Couples often lose their mojo after many years together, but research suggests being more responsive could rekindle desire
It’s one of Hollywood’s classic plotlines: the married couple trying to reignite their passion after years of kids, dirty laundry and, well, life together. Sound familiar? Probably because it echoes a common complaint among real-life couples, who often experience a decline in sexual desire over time. But according to new research, long-term couples can buck the trend and get their groove back if they learn how to be more responsive partners.
The study, published in the October 2016 issue of the Journal of Personality and Social Psychology, found that couples can reawaken desire by demonstrating and practicing “responsiveness”—reactions and behaviors that signal a person genuinely appreciates and supports his or her partner and is willing to invest in the relationship.
Lead author Gurit Birnbaum, a professor of psychology at the Interdisciplinary Center in Herzliya, Israel, Harry Reis, a University of Rochester psychology professor, and their colleagues conducted three experiments that were designed to examine whether partner responsiveness and intimacy-building behaviors could rekindle desire for one’s partner. In the first study, 153 participants were told they would have an online discussion with their partner about a recent meaningful life event. In reality, they interacted with a researcher who sent either a responsive message (such as “you must have gone through a very difficult time”) that indicated attentiveness to the partner’s views or an unresponsive message (“doesn’t sound so bad to me”). Findings, which were compiled through observation and self-reported questionnaires, showed that women experienced greater sexual desire while interacting with a responsive partner than while interacting with an unresponsive one. Curiously, men’s desire was not significantly different in the two responsiveness situations.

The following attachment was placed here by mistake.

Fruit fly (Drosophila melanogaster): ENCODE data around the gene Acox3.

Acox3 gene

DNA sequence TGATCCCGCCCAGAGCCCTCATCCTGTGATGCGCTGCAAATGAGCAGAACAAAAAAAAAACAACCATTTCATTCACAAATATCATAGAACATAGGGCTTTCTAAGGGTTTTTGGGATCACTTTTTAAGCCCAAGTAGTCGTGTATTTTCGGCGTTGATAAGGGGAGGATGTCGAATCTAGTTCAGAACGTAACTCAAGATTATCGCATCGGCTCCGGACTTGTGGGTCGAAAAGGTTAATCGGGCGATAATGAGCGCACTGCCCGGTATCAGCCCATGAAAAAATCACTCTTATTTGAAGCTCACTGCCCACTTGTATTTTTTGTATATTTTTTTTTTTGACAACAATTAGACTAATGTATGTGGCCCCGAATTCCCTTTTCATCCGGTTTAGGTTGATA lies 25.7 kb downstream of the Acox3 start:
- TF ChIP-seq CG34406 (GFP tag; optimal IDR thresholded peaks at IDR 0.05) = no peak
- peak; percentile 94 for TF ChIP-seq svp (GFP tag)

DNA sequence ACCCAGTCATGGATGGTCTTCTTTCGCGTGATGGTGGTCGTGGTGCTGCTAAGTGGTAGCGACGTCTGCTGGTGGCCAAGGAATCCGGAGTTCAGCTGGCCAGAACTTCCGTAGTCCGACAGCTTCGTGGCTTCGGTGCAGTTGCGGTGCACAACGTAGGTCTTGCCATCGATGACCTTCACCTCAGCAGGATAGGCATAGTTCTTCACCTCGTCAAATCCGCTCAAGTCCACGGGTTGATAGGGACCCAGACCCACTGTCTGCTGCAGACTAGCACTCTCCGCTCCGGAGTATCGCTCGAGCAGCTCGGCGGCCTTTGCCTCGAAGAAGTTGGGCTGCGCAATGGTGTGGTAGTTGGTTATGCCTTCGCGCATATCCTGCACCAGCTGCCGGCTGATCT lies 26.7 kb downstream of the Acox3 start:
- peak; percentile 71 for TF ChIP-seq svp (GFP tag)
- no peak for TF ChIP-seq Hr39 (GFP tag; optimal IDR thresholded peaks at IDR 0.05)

In the second study, researchers filmed 178 participants while they discussed a personal event with their partner, finding that the more often one partner displayed responsive behaviors (such as listening, getting facts right that their partner conveyed, making their partner feel respected and communicating feelings of affection), the more desire the other partner reported.
In a final study, 100 couples were asked to keep a daily diary for six weeks documenting their level of sexual desire and perceptions of their partner’s responsiveness. The researchers found that both men and women who perceived their partner as responsive had a heightened interest in sex with them, although the effect was stronger for women than for men.
“For a lot of people, feeling an intimate connection and feeling they’re understood is a really important part of sexuality,” says David Frederick, an assistant professor of health psychology at Chapman University in California, who was not involved in the research. “If you feel your partner is caring and validating, it makes some people want to reach out more, and that validation can lead to sexual desire. It can make someone appear as a better partner and more sexually attractive.”
The research was partially inspired by what psychologists call the intimacy-desire paradox—the concept that the greater the intimacy between partners, the less sexual desire they feel. Clinicians have long reported anecdotally that patients say intimacy and closeness quash desire and that novelty and newness are sexually arousing. But Birnbaum and Reis contend that the intimacy-desire paradox does not hold true under certain circumstances. Their findings suggest that what determines whether intimacy stifles or instigates desire is not its mere existence but its contextual meaning. “Responsiveness ignites desire by conveying the message that a partner is valued and worth pursuing. Sex is then seen as promoting an already cherished relationship,” Birnbaum says.
Frederick, who is lead author of a study published this year examining sexual satisfaction and dissatisfaction among heterosexual couples in long-term relationships, notes that it may not be familiarity per se that causes sexual feelings to diminish but rather the decline in unpredictability and newness—qualities known to trigger a release of dopamine and a sexual rush. But in some couples, feelings of validation and intimacy foster sexual satisfaction, he says: “There are many ways intimacy and passion can become intertwined.”